Challenges predicted

Amid major mine failures and industrial disputes, domestic energy market forces remain the biggest threat to Yallourn power station, according to outgoing EnergyAustralia chief executive Richard McIndoe.

Due to step down later this month, Mr McIndoe said updated projections of reduced Australian energy use would put Latrobe Valley generation assets under “a lot of pressure”.

“We are in a situation now where we have much lower demand forecasted than two to three years ago by 2020; it is 15 per cent down from where forecasts where,” Mr McIndoe said.

“I see Yallourn continuing to contribute to the grid for many years to come, in one way or another… the question is whether the market can sustain (the current level of overall generation) at the moment.

“In generation you have got to look at the operating regime of four units, (we) don’t see a cliff edge there, but unless you can reduce fixed cost of the plant…”

After the former Federal Labor government’s failed Contract for Closure scheme, designed to pay brown coal power stations to decommission generation capacity, Mr McIndoe said it was unlikely Australia would see another targeted government closure program.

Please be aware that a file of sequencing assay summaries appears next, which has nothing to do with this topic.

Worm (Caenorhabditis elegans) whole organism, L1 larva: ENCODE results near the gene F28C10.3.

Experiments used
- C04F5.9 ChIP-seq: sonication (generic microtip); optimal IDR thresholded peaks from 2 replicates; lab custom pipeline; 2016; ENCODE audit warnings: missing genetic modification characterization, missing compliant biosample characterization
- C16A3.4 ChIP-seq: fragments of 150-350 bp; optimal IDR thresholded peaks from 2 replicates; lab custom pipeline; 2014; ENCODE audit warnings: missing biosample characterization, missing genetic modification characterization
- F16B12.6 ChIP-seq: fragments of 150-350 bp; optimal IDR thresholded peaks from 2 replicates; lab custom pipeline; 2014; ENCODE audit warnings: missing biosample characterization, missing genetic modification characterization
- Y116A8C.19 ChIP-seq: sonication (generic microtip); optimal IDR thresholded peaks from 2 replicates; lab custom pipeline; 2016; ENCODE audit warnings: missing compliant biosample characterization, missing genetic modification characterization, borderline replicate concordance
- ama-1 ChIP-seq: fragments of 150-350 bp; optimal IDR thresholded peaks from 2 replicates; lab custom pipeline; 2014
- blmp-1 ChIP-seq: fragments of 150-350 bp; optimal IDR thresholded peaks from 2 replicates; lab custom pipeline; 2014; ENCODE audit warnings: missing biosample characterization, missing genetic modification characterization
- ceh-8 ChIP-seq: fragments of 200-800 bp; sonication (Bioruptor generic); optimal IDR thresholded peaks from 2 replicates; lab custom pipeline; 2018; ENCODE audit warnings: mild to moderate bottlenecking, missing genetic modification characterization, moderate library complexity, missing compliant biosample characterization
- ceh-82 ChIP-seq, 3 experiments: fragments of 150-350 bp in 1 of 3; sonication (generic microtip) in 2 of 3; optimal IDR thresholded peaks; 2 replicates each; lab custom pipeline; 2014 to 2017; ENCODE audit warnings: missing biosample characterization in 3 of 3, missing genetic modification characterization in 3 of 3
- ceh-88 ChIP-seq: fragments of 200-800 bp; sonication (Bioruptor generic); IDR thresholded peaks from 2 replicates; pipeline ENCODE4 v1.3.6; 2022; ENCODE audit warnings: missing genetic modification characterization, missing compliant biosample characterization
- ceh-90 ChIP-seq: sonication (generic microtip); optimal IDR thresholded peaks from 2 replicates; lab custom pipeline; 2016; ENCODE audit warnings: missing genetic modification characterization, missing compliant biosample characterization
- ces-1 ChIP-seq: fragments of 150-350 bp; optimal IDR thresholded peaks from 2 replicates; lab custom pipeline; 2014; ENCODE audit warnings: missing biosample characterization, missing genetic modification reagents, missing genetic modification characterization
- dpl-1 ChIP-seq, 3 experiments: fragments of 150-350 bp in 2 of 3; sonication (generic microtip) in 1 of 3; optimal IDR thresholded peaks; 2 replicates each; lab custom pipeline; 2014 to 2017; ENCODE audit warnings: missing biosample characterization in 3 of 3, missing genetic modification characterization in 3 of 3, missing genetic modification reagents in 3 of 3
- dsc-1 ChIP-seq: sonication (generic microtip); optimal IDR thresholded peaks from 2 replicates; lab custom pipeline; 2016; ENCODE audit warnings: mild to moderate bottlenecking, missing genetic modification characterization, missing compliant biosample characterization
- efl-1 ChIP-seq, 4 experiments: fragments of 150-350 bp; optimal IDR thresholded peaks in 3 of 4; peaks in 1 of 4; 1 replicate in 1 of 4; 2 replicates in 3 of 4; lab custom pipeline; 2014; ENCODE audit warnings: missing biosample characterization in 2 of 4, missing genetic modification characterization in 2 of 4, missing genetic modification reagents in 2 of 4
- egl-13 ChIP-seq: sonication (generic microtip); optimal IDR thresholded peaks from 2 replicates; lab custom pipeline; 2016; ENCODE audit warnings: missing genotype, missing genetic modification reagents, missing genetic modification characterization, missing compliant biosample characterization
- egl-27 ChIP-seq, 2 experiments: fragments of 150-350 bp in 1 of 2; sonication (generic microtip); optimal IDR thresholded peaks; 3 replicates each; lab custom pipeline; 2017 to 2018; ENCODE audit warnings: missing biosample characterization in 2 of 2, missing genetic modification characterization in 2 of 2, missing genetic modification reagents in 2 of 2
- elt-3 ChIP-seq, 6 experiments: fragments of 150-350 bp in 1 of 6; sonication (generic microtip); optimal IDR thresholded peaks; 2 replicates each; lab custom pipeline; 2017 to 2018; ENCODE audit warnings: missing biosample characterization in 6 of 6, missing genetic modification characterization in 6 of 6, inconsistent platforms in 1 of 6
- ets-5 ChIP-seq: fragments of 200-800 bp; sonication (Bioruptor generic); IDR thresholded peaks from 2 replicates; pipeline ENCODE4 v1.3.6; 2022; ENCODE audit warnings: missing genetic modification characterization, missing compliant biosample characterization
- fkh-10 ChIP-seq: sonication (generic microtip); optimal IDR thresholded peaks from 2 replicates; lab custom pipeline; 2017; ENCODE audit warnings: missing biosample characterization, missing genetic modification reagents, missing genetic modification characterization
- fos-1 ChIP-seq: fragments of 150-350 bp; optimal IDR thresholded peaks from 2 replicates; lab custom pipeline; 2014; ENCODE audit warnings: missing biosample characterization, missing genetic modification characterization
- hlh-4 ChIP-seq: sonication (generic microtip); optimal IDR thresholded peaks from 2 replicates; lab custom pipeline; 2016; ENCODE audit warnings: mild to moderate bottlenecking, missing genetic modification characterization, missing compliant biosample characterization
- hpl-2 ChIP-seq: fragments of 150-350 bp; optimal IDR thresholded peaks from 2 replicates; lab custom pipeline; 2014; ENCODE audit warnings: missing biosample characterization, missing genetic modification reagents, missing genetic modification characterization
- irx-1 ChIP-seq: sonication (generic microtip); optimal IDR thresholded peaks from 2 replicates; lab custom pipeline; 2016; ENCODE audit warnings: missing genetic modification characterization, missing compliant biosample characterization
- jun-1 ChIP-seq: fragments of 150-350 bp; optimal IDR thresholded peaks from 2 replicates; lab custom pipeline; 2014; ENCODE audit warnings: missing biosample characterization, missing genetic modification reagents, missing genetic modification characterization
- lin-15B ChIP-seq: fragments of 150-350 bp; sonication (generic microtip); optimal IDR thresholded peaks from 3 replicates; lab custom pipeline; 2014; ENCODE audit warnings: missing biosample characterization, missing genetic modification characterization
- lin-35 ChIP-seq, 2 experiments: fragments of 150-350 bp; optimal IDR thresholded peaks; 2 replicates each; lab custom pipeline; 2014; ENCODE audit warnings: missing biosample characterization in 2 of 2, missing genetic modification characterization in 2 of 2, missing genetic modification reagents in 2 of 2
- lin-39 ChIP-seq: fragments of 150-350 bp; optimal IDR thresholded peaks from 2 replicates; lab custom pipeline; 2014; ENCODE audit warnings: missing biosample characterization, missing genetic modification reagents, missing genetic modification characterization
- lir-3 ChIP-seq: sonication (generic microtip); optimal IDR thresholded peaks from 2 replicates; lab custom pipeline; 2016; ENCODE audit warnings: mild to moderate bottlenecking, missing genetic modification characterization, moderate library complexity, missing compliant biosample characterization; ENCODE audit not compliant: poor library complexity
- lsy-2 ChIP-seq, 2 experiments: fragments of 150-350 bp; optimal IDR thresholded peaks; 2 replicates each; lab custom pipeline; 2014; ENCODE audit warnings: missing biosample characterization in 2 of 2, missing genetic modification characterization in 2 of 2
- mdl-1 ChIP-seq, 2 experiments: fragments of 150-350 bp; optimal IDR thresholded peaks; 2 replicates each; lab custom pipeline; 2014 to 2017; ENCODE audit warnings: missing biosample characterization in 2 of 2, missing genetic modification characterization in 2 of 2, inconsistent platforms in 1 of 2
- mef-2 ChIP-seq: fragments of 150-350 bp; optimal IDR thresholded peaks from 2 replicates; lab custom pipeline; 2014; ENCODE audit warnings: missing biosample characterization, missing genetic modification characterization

“The (federal) government is not going to be entertaining people for their balance sheet losses, for basically having got their (financial) analysis wrong when they bought the business,” he said.

Mr McIndoe said a $257 million Federal Government payout to the station, designed to offset the initial impacts of a carbon price, was a significant help in managing the operations biggest market-based crisis during his tenure.

“We had to fight really, really hard during the carbon tax debate to get that level of compensation from the government to keep the plant running; had we not had that our assets would’ve become severely challenged,” he said.